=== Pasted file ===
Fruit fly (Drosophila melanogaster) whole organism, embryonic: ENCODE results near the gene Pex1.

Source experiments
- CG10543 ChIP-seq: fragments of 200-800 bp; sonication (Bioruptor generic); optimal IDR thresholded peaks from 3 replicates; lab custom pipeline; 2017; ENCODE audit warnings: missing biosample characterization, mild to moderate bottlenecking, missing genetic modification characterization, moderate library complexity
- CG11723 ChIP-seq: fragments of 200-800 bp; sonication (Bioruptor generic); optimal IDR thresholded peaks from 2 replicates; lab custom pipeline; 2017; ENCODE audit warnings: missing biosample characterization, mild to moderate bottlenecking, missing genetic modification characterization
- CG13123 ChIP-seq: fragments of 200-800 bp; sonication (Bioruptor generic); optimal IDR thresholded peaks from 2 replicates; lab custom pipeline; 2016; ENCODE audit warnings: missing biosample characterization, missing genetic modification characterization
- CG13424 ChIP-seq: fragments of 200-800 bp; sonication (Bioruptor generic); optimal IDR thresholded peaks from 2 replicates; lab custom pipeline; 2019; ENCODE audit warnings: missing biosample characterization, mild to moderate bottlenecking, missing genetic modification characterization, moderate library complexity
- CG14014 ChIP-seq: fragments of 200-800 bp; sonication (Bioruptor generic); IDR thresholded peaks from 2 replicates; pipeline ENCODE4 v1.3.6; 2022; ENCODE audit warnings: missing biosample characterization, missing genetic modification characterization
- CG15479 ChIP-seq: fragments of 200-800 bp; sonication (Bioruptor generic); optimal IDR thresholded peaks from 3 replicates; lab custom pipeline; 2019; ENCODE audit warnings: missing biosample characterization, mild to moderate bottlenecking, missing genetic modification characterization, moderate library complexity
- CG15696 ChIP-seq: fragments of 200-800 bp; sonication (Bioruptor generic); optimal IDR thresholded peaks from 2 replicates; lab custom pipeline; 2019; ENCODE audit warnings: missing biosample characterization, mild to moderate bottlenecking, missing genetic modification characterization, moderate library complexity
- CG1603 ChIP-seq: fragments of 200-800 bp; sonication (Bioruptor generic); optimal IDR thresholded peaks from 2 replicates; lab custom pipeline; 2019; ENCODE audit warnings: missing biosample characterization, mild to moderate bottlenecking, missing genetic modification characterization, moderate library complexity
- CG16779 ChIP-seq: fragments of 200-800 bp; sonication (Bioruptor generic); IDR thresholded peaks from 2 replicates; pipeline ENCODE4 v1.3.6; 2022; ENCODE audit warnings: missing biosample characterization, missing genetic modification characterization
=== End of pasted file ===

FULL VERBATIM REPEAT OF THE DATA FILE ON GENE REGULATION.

Fruit fly (Drosophila melanogaster) whole organism, embryonic: ENCODE results near the gene Pex1.

Source experiments
- CG10543 ChIP-seq: fragments of 200-800 bp; sonication (Bioruptor generic); optimal IDR thresholded peaks from 3 replicates; lab custom pipeline; 2017; ENCODE audit warnings: missing biosample characterization, mild to moderate bottlenecking, missing genetic modification characterization, moderate library complexity
- CG11723 ChIP-seq: fragments of 200-800 bp; sonication (Bioruptor generic); optimal IDR thresholded peaks from 2 replicates; lab custom pipeline; 2017; ENCODE audit warnings: missing biosample characterization, mild to moderate bottlenecking, missing genetic modification characterization
- CG13123 ChIP-seq: fragments of 200-800 bp; sonication (Bioruptor generic); optimal IDR thresholded peaks from 2 replicates; lab custom pipeline; 2016; ENCODE audit warnings: missing biosample characterization, missing genetic modification characterization
- CG13424 ChIP-seq: fragments of 200-800 bp; sonication (Bioruptor generic); optimal IDR thresholded peaks from 2 replicates; lab custom pipeline; 2019; ENCODE audit warnings: missing biosample characterization, mild to moderate bottlenecking, missing genetic modification characterization, moderate library complexity
- CG14014 ChIP-seq: fragments of 200-800 bp; sonication (Bioruptor generic); IDR thresholded peaks from 2 replicates; pipeline ENCODE4 v1.3.6; 2022; ENCODE audit warnings: missing biosample characterization, missing genetic modification characterization
- CG15479 ChIP-seq: fragments of 200-800 bp; sonication (Bioruptor generic); optimal IDR thresholded peaks from 3 replicates; lab custom pipeline; 2019; ENCODE audit warnings: missing biosample characterization, mild to moderate bottlenecking, missing genetic modification characterization, moderate library complexity
- CG15696 ChIP-seq: fragments of 200-800 bp; sonication (Bioruptor generic); optimal IDR thresholded peaks from 2 replicates; lab custom pipeline; 2019; ENCODE audit warnings: missing biosample characterization, mild to moderate bottlenecking, missing genetic modification characterization, moderate library complexity
- CG1603 ChIP-seq: fragments of 200-800 bp; sonication (Bioruptor generic); optimal IDR thresholded peaks from 2 replicates; lab custom pipeline; 2019; ENCODE audit warnings: missing biosample characterization, mild to moderate bottlenecking, missing genetic modification characterization, moderate library complexity
- CG16779 ChIP-seq: fragments of 200-800 bp; sonication (Bioruptor generic); IDR thresholded peaks from 2 replicates; pipeline ENCODE4 v1.3.6; 2022; ENCODE audit warnings: missing biosample characterization, missing genetic modification characterization